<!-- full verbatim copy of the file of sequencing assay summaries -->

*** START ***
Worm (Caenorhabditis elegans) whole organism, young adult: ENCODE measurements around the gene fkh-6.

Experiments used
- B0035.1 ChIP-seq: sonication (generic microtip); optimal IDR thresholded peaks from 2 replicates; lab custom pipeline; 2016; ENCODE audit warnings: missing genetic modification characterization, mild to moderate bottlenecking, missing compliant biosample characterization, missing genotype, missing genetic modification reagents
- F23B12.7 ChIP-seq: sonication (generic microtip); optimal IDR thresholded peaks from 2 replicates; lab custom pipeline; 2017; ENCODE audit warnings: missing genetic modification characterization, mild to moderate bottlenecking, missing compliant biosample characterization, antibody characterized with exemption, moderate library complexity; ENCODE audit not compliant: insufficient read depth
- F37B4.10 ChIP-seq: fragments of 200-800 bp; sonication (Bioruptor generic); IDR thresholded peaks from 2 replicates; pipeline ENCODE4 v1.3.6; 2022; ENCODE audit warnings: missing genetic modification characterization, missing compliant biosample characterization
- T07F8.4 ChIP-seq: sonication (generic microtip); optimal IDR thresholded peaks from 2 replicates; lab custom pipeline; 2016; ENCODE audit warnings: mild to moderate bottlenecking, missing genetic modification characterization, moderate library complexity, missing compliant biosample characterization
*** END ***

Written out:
Worm (Caenorhabditis elegans) whole organism, young adult: ENCODE measurements around the gene fkh-6.

Experiments used
- B0035.1 ChIP-seq: sonication (generic microtip); optimal IDR thresholded peaks from 2 replicates; lab custom pipeline; 2016; ENCODE audit warnings: missing genetic modification characterization, mild to moderate bottlenecking, missing compliant biosample characterization, missing genotype, missing genetic modification reagents
- F23B12.7 ChIP-seq: sonication (generic microtip); optimal IDR thresholded peaks from 2 replicates; lab custom pipeline; 2017; ENCODE audit warnings: missing genetic modification characterization, mild to moderate bottlenecking, missing compliant biosample characterization, antibody characterized with exemption, moderate library complexity; ENCODE audit not compliant: insufficient read depth
- F37B4.10 ChIP-seq: fragments of 200-800 bp; sonication (Bioruptor generic); IDR thresholded peaks from 2 replicates; pipeline ENCODE4 v1.3.6; 2022; ENCODE audit warnings: missing genetic modification characterization, missing compliant biosample characterization
- T07F8.4 ChIP-seq: sonication (generic microtip); optimal IDR thresholded peaks from 2 replicates; lab custom pipeline; 2016; ENCODE audit warnings: mild to moderate bottlenecking, missing genetic modification characterization, moderate library complexity, missing compliant biosample characterization